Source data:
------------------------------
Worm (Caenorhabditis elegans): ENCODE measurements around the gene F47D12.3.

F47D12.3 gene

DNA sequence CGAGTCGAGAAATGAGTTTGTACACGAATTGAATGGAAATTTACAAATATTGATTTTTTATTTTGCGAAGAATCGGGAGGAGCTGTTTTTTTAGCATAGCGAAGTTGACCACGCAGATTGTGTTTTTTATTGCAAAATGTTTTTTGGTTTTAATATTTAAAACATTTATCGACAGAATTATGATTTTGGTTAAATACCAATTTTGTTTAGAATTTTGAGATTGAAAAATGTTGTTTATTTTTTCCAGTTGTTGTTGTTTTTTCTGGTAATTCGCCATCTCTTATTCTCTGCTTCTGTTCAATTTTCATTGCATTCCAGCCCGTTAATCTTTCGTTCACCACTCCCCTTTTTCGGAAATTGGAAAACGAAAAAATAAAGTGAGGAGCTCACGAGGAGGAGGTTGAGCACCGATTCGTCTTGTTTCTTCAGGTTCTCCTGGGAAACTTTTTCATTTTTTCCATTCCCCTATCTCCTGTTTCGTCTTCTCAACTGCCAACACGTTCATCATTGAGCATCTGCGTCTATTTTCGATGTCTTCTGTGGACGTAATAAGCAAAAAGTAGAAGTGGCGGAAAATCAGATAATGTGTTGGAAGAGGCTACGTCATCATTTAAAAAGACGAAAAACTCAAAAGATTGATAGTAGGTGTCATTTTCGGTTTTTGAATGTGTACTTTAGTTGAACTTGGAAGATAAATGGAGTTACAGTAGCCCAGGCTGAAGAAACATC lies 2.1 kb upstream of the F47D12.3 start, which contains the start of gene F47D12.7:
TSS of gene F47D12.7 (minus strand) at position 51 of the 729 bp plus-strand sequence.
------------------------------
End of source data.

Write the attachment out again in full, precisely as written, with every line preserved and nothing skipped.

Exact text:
Worm (Caenorhabditis elegans): ENCODE measurements around the gene F47D12.3.

F47D12.3 gene

DNA sequence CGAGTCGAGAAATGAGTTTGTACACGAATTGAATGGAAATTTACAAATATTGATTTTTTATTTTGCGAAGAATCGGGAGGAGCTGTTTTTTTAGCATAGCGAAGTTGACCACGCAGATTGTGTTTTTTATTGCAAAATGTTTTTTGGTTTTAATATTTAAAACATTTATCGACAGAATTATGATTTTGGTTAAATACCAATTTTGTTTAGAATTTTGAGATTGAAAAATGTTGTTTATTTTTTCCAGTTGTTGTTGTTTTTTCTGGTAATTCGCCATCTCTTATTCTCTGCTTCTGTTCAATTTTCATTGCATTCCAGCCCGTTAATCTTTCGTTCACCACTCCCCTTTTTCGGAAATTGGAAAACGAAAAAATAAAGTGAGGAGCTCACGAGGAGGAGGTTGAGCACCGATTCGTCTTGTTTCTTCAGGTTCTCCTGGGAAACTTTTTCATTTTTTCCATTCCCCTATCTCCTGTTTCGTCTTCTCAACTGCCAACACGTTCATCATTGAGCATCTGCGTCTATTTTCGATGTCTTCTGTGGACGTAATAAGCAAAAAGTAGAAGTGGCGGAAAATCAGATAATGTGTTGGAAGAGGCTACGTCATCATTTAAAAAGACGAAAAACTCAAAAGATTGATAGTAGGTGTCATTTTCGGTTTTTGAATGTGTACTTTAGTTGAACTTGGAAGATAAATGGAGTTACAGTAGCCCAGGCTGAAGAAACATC lies 2.1 kb upstream of the F47D12.3 start, which contains the start of gene F47D12.7:
TSS of gene F47D12.7 (minus strand) at position 51 of the 729 bp plus-strand sequence.